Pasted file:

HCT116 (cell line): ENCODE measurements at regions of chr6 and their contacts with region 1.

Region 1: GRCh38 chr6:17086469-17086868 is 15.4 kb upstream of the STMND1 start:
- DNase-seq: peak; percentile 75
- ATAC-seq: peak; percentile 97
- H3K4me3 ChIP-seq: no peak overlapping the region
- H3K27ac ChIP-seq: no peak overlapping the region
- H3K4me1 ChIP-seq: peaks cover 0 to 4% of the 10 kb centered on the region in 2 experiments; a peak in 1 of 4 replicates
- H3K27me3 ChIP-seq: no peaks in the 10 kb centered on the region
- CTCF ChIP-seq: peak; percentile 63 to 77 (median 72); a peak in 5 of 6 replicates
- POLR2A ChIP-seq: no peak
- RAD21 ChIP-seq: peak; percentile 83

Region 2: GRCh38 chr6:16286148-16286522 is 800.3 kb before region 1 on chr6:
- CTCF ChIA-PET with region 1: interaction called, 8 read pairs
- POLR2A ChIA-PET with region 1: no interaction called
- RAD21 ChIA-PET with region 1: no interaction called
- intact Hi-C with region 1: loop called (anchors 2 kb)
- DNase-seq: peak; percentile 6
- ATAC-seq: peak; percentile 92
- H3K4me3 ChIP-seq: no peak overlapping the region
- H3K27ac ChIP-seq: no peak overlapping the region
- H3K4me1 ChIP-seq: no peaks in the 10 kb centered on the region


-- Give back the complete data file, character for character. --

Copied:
HCT116 (cell line): ENCODE measurements at regions of chr6 and their contacts with region 1.

Region 1: GRCh38 chr6:17086469-17086868 is 15.4 kb upstream of the STMND1 start:
- DNase-seq: peak; percentile 75
- ATAC-seq: peak; percentile 97
- H3K4me3 ChIP-seq: no peak overlapping the region
- H3K27ac ChIP-seq: no peak overlapping the region
- H3K4me1 ChIP-seq: peaks cover 0 to 4% of the 10 kb centered on the region in 2 experiments; a peak in 1 of 4 replicates
- H3K27me3 ChIP-seq: no peaks in the 10 kb centered on the region
- CTCF ChIP-seq: peak; percentile 63 to 77 (median 72); a peak in 5 of 6 replicates
- POLR2A ChIP-seq: no peak
- RAD21 ChIP-seq: peak; percentile 83

Region 2: GRCh38 chr6:16286148-16286522 is 800.3 kb before region 1 on chr6:
- CTCF ChIA-PET with region 1: interaction called, 8 read pairs
- POLR2A ChIA-PET with region 1: no interaction called
- RAD21 ChIA-PET with region 1: no interaction called
- intact Hi-C with region 1: loop called (anchors 2 kb)
- DNase-seq: peak; percentile 6
- ATAC-seq: peak; percentile 92
- H3K4me3 ChIP-seq: no peak overlapping the region
- H3K27ac ChIP-seq: no peak overlapping the region
- H3K4me1 ChIP-seq: no peaks in the 10 kb centered on the region